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Facebook’s clear history feature is here, but it won’t delete your data

Facebook is adding a new privacy feature, which aims to give the social network’s billion-plus users more control over “off-Facebook activity.”

The version of the long-promised “Clear History” feature gives users a summary of the apps and websites they visit that are sharing activity information with Facebook. Beyond that, it gives the user the opportunity to “clear this information from your account if you want.”

There’s an important distinction to be made here. Facebook isn’t deleting this data. It is simply disassociating it with your account. The company is also giving users the opportunity to disconnect future off-Facebook activity from their account. This suggests you won’t have to be super vigilant about clearing the off-Facebook activity at regular intervals.

Here’s how the company explains it in a Newsroom post: “If you clear your off-Facebook activity, we’ll remove your identifying information from the data that apps and websites choose to send us.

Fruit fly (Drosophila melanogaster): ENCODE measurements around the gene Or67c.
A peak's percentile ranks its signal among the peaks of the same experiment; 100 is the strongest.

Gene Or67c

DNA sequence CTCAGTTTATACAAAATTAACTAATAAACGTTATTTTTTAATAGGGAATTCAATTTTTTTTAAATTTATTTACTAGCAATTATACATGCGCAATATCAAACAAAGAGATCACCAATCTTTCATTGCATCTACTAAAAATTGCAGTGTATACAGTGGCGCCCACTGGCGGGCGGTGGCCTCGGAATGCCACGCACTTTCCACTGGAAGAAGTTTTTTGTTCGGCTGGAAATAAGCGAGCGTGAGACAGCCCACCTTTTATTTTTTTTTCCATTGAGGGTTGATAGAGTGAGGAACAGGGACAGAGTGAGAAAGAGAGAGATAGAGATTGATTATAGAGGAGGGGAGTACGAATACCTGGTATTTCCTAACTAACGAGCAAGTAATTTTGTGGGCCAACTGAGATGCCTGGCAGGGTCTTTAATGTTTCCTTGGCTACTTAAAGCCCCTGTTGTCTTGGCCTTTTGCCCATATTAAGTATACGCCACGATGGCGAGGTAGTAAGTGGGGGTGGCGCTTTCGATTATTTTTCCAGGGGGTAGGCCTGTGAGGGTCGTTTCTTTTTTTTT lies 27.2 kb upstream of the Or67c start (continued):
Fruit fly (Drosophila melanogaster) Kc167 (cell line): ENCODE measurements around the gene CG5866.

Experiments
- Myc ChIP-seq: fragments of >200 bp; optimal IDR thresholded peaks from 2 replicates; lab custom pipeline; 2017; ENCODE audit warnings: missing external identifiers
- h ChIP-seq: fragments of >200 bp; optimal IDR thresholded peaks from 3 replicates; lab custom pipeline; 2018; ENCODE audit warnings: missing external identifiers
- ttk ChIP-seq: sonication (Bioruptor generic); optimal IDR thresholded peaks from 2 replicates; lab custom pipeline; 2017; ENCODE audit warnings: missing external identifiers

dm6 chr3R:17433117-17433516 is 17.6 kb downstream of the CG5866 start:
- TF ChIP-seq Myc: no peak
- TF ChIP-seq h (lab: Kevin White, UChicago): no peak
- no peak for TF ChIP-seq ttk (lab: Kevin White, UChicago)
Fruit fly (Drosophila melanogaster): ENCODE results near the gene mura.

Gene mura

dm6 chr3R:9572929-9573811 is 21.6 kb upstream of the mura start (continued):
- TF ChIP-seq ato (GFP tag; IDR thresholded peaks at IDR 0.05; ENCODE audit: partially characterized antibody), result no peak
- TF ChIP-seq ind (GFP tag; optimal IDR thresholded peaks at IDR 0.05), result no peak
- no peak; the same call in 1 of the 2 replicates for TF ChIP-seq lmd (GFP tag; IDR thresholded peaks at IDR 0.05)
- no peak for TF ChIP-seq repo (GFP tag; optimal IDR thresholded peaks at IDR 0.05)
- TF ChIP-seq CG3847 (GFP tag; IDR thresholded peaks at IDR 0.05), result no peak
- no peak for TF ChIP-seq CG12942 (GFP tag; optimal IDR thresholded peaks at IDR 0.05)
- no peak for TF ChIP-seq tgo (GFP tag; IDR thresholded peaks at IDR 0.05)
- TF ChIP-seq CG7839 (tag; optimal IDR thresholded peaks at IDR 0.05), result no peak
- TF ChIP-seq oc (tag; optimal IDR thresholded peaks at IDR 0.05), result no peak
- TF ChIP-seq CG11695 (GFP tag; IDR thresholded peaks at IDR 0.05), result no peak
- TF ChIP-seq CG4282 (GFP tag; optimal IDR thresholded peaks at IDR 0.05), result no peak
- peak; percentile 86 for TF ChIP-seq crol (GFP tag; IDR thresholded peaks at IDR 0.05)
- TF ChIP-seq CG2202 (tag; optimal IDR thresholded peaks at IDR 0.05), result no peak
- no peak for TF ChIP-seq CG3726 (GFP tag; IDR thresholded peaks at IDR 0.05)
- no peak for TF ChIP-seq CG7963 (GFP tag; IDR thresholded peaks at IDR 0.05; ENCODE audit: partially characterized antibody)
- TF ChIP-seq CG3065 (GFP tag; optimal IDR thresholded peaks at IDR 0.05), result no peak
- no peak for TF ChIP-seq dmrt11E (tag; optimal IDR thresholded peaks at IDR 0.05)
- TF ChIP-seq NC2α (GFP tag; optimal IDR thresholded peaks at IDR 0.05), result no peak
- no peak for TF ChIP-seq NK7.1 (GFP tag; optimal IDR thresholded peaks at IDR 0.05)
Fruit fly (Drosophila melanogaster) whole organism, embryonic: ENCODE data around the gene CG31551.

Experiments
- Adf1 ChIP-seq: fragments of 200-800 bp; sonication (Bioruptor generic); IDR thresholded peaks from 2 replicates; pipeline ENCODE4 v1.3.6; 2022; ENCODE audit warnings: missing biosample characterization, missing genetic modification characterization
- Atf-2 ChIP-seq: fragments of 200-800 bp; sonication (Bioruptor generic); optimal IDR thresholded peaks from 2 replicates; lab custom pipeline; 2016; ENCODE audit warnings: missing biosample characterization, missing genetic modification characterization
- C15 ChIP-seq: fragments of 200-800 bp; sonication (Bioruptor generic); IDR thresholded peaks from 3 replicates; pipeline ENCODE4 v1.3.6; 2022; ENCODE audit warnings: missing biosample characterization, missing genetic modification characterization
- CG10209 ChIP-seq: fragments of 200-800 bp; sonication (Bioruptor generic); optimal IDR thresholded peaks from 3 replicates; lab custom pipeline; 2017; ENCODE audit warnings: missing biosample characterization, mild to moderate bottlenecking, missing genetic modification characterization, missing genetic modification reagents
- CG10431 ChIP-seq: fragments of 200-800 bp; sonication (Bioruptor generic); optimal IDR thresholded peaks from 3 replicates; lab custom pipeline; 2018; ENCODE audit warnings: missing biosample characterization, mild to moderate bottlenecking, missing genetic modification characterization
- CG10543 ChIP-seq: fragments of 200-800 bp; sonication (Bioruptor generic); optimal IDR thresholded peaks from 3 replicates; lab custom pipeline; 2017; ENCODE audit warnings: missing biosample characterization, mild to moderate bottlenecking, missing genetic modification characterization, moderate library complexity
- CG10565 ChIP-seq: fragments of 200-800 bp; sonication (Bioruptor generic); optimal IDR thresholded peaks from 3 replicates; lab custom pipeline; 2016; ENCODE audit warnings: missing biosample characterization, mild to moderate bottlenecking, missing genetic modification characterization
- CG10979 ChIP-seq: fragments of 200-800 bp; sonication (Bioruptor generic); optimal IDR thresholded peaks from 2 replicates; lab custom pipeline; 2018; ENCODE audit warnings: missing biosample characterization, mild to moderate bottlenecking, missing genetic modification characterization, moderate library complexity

“We won’t know which websites you visited or what you did there, and we won’t use any of the data you disconnect to target ads to you on Facebook, Instagram or Messenger. We expect this could have some impact on our business, but we believe giving people control over their data is more important.”

However, Facebook will still have access to that data, even if your identification is no longer attached to it. It still means it’ll be able to use your data to target you and others with advertisements, albeit in a less finely-turned manner.

The launch is coming in Ireland, Spain and South Korea initially with a wider worldwide launch coming over the next few months. The belated launch of the feature follows a myriad of privacy-related controversies over the last few years. However, it’s not quite the full “clear history” tool promised by founder and CEO Mark Zuckerberg in the coming months.

“In your web browser, you have a simple way to clear your cookies and history. The idea is a lot of sites need cookies to work, but you should still be able to flush your history whenever you want,” Zuckerberg wrote in an announcement more than a year ago. “We’re building a version of this for Facebook too. It will be a simple control to clear your browsing history on Facebook — what you’ve clicked on, websites you’ve visited, and so on.”

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